Tony Hsieh, CEO of Zappos, knows that having a good company culture is essential for success. He even wrote a best-selling book about it, titled Delivering Happiness: A Path to Profits, Passion, and Purpose. The idea is pretty simple: if you want people to do good work, make sure they’re happy.
But what about the community that your company exists in?
Hsieh points out that a lot of the big companies—Apple, Google, Nike—have beautiful but isolated campuses. It seems like it’s pretty common for companies to take care of their own, but not really interact with the cities and communities in which they’re located.
This might not be the best idea, however, as research shows that most innovation within an industry actually comes from outside influences. When you’re too isolated, everyone starts throwing the same ideas back and forth and you end up going around in circles. It’s important to expose yourself and your team to a wide variety of viewpoints because you never know what might spark the idea for your next step.
With that in mind, Hsieh did some serious thinking when he decided to move Zappos headquarters from the suburbs of Las Vegas. He knew he needed provide his employees with a great working environment (although it seems like they already had one; Zappos was voted the 11th best place to work in Fortune magazine for 2012) but he also knew he didn’t want to create a bubble.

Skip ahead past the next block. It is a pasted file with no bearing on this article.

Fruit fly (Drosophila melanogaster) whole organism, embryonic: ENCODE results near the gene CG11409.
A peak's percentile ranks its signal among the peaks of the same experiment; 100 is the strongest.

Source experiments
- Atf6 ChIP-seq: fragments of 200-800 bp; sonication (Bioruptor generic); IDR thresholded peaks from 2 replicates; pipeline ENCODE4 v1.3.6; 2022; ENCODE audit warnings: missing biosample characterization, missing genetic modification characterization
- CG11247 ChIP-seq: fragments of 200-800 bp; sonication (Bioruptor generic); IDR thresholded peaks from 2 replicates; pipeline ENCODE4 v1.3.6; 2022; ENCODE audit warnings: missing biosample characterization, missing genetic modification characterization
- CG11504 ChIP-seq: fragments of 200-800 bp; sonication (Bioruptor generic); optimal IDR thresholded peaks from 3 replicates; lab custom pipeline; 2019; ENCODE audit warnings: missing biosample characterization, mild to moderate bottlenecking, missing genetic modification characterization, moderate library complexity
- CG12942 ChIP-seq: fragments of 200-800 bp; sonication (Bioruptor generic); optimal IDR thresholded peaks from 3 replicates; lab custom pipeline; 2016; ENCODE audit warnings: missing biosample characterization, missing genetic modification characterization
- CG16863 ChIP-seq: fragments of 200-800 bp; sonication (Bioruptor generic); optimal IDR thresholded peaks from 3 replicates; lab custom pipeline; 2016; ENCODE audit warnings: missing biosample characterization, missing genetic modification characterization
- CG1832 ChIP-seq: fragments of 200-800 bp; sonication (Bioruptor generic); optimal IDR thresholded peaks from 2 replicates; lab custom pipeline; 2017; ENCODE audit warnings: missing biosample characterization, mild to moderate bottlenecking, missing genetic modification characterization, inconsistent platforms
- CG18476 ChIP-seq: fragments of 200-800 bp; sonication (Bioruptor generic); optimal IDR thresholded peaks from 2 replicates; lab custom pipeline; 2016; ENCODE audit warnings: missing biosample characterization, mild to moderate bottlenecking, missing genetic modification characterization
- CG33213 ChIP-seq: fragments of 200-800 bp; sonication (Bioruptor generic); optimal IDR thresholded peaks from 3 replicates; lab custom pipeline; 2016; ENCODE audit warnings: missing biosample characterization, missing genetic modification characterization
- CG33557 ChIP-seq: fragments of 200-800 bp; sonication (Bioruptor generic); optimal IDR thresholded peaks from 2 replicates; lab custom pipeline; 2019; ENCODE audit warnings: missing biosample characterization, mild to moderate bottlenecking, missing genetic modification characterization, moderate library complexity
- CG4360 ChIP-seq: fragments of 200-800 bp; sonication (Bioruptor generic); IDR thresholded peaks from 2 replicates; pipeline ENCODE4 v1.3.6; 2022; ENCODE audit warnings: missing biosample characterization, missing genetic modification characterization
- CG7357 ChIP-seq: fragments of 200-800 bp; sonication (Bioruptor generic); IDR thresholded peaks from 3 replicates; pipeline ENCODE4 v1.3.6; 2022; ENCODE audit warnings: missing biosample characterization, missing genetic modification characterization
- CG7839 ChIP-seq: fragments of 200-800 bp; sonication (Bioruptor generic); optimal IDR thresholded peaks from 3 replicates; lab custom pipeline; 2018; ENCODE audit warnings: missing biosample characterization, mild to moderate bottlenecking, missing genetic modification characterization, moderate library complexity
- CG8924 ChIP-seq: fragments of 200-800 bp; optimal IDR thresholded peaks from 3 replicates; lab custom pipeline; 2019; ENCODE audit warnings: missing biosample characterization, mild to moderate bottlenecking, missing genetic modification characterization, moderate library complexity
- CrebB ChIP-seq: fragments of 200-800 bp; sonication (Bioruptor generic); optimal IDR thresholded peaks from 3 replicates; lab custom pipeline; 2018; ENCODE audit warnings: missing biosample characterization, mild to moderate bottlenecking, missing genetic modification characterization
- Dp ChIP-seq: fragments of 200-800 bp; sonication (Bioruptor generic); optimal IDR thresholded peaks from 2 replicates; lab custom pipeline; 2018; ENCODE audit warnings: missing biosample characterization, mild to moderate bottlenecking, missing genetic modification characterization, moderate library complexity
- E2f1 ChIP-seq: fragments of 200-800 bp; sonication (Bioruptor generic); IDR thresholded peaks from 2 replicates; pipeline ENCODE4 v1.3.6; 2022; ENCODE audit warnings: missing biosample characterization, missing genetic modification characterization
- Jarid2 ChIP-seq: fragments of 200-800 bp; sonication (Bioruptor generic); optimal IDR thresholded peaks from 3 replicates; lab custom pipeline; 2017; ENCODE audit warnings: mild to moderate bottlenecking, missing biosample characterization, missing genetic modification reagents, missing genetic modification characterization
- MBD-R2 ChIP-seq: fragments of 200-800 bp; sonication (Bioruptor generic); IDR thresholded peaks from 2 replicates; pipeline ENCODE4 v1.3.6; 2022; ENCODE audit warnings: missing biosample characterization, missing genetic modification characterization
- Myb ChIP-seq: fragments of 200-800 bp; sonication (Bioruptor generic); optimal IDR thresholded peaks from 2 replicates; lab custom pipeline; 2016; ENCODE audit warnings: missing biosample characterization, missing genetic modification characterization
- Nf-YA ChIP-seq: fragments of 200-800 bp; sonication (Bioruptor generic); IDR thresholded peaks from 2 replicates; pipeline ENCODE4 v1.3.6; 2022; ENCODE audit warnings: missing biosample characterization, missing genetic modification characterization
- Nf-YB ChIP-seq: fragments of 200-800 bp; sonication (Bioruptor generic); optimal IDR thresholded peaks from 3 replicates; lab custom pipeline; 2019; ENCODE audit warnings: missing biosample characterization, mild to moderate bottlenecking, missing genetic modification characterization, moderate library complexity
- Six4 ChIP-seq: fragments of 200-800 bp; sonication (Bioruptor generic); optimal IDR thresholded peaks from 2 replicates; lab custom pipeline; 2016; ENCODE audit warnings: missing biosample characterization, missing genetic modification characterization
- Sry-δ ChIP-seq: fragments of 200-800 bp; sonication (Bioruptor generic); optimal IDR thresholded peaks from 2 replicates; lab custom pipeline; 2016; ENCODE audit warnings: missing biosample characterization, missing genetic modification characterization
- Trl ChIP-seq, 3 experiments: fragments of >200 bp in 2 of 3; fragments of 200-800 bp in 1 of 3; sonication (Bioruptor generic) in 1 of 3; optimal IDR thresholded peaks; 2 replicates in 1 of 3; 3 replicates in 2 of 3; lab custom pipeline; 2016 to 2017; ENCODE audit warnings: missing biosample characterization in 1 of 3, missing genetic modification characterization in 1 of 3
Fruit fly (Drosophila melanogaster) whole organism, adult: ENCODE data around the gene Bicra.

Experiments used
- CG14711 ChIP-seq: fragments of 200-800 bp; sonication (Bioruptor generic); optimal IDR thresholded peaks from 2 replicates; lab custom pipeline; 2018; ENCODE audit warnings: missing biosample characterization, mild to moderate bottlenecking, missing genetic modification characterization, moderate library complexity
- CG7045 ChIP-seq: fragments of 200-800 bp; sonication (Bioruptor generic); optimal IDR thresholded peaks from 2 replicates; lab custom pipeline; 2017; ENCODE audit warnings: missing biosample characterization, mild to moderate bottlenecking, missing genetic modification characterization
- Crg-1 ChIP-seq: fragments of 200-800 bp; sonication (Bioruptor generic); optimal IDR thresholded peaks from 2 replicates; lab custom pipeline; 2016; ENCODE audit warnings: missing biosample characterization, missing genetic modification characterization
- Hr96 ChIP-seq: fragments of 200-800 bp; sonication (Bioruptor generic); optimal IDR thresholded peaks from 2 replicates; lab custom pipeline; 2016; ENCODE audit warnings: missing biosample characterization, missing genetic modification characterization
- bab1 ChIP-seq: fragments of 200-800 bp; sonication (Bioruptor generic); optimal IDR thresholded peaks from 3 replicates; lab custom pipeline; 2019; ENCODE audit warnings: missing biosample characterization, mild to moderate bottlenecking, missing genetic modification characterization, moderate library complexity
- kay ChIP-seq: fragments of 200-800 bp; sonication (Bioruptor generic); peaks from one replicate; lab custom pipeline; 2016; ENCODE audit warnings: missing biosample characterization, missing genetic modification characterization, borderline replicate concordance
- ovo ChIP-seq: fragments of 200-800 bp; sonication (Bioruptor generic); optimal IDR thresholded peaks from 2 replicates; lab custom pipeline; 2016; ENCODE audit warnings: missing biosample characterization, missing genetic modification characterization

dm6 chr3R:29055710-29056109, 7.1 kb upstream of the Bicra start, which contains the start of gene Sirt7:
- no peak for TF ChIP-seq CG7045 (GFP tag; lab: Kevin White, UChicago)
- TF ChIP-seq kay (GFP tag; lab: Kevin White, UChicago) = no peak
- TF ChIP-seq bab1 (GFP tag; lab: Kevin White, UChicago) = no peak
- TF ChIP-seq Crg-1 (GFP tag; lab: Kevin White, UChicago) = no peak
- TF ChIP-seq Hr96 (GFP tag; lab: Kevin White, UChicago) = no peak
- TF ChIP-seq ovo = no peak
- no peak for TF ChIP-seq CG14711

Solution? Zappos is moving into the old Las Vegas City Hall.
Seems like a pretty crazy move, but Hsieh’s not just moving his company, he’s planning on revitalizing downtown Las Vegas. What better place to do that from than the recently vacated City Hall?
Hsieh is fully aware of the symbolism of moving into a former city hall. It’s a strong statement: Zappos is going to make a change from the exact location that the city government fled. They’re not there for the tourists; they’re there for the residents and the community that they exist in.
But remember, Hsieh is first and foremost a businessman (and he’s a successful one at that, with his first company, LinkExchange selling to Microsoft for $265 million in 1999, only four years after he graduated from Harvard) so this move isn’t simply about doing good for the community. Hsieh wants to take his already successful model of creating an excellent company culture and expand it beyond the physical walls of Zappos.
He believes that investing in the community around his company will create spaces for people to meet, interact, and innovate. He’s envisioning active cafes and restaurants where people are “coworking” and sharing ideas, creating a pool of collaborators that Zappos can then draw on.
He wants downtown Las Vegas to become a destination for creative people who want to live in an awesome community, providing Zappos with a large pool of potential employees while simultaneously encouraging innovation.
Hsieh is taking his proven idea of good company culture and expanding it beyond the physical walls of the business and, in the process, creating a self-sustaining ecosystem for Zappos. We’ll see how it works out, but definitely keep an eye on where this experiment goes; Hsieh may have created another great business practice that you’re going to want to follow.